Foreign banks to step up growth In China, says S&P
HONG KONG - Foreign banks in China are likely to step up growth in the next on-to-two years after a rather lacklustre performance in their first decade of operations there, says ratings agency Standard and Poor’s.
"We believe a policy-induced slowdown in the business expansion of local banks, and China's latest plan to reduce red tape for foreign banks' market access, could help revive growth of foreign banks in China," said S&P Global Ratings credit analyst Panpan Bu.
"However, foreign banks' generally cautious view on credit risk in China, together with intense competition from local banks and fintech companies, could limit their expansion appetite."
S&P Global Ratings expects foreign banks to continue to see China as offering significant growth prospects.
Apart from China's large market and strong economic growth, foreign banks can benefit from various China initiatives, including internationalization of the renminbi, the Belt and Road initiative, and relaxation of regulations on foreign banks operating in China, the agency said.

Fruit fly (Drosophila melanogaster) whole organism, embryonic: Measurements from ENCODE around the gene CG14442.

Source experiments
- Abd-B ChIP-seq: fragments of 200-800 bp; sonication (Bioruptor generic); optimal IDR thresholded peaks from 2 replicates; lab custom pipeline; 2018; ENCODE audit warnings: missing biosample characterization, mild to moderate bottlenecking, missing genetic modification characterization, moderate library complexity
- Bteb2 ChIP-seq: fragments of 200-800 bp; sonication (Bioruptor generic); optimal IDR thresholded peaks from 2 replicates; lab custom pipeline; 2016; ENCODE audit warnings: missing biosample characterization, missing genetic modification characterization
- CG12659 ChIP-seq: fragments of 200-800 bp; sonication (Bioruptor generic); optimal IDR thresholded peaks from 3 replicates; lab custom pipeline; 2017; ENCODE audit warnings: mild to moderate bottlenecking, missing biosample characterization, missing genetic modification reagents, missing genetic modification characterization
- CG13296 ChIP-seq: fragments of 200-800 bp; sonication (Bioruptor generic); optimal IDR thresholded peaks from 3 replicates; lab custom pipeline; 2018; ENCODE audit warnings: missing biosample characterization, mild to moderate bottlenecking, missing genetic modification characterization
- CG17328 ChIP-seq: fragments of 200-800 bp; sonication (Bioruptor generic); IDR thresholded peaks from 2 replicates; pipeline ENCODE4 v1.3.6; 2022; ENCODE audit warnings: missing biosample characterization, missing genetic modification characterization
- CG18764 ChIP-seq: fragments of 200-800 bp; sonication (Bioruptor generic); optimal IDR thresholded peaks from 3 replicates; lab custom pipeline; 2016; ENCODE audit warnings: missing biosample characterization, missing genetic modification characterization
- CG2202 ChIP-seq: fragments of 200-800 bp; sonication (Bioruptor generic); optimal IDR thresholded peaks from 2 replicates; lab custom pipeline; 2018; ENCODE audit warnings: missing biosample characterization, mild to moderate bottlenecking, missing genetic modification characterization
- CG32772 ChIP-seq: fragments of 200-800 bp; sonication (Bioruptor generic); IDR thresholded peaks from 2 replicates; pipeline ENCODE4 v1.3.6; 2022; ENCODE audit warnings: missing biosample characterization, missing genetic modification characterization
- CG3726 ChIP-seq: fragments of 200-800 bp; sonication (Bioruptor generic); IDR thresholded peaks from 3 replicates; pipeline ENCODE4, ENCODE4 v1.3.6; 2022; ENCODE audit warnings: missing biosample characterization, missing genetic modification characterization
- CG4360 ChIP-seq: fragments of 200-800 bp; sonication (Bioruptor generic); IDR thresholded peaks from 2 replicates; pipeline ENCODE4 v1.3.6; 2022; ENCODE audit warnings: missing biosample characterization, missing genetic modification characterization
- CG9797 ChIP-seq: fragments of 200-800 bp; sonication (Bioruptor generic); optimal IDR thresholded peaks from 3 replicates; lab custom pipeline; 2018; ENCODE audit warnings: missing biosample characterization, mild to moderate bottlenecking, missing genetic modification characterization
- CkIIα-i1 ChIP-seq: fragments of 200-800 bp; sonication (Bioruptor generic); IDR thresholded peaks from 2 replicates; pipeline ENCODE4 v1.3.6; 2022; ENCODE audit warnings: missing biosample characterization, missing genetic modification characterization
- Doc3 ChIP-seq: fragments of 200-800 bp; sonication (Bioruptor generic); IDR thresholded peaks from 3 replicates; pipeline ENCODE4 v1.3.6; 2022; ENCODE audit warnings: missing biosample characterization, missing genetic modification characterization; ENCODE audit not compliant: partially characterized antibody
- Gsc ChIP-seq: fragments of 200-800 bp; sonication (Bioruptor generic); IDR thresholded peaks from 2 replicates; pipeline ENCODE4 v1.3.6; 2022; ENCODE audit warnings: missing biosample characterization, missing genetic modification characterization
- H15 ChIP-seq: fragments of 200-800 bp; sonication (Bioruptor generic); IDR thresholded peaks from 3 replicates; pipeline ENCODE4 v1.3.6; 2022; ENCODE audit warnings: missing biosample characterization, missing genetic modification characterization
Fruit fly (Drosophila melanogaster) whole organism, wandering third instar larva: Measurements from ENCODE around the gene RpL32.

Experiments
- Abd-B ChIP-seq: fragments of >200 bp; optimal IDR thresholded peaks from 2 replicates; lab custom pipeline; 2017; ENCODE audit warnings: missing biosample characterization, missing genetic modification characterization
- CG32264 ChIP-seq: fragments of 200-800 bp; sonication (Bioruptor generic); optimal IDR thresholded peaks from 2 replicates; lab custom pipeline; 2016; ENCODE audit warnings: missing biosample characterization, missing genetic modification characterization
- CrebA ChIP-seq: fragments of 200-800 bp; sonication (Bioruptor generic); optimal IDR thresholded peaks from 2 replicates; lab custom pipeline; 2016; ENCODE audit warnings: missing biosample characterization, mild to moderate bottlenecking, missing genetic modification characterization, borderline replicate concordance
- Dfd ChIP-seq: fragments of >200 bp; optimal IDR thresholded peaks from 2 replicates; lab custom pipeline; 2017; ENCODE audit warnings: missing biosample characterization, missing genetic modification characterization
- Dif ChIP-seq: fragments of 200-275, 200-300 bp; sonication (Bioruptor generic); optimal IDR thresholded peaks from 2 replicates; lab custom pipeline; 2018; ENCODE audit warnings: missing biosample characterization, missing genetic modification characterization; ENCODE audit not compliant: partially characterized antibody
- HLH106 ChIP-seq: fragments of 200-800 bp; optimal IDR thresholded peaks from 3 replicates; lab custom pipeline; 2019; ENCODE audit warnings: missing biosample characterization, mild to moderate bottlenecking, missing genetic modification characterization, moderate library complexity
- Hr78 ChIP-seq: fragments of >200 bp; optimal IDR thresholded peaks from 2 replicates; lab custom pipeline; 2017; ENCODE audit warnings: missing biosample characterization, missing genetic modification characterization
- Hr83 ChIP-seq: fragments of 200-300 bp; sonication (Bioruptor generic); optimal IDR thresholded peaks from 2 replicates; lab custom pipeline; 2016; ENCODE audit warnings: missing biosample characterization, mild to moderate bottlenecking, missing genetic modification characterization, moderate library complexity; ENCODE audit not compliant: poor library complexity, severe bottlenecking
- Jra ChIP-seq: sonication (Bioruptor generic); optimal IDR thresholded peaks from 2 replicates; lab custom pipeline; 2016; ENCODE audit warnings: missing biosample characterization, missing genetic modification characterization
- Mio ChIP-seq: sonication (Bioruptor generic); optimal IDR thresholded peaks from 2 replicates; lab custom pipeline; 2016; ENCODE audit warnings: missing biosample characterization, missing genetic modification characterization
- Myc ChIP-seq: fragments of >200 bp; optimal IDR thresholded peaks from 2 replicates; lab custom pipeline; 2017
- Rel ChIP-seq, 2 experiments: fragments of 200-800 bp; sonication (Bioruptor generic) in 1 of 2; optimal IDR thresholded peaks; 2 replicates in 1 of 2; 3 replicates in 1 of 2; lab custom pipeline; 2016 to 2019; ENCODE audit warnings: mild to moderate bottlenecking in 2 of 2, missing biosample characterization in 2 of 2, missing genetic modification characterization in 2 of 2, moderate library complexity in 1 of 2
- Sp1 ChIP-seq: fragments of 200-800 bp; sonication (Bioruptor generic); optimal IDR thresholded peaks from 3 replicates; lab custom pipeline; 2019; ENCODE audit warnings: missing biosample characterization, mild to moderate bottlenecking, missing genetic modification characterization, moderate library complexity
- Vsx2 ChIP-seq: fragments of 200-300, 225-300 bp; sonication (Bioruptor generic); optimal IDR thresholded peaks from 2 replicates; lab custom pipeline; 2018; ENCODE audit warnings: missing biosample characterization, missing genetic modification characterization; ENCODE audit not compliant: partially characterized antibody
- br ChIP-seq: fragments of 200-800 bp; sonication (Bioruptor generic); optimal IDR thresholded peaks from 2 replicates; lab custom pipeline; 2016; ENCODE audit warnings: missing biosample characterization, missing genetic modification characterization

“Foreign banks in China have a competitive advantage in corporate banking, particularly trade finance and other cross-border businesses, in our view.
“However, they are still taking baby steps in gaining market share from local banks amid rapidly-changing economic and regulatory conditions in China.
“We believe a few larger global banks will continue to explore local opportunities.
“Chinese manufacturers' fast ascent in the value chain, the country's growing affluence, and financial liberalisation for cross-border products and services should support these banks' expansion in China.”
S&P said the foreign banks now also have the advantage of experience of over a decade, and the more relaxed regulations concerning their operations in China today.
“We expect foreign banks in China to maintain healthy asset quality and to contain credit losses through a targetted clientele base and generally prudent underwriting standards.
“A cautious approach and steadily-improving conditions in global banks' home markets provide these banks a stronger footing than local players to withstand credit risks in China.” www.standardandpoors.com (ATI).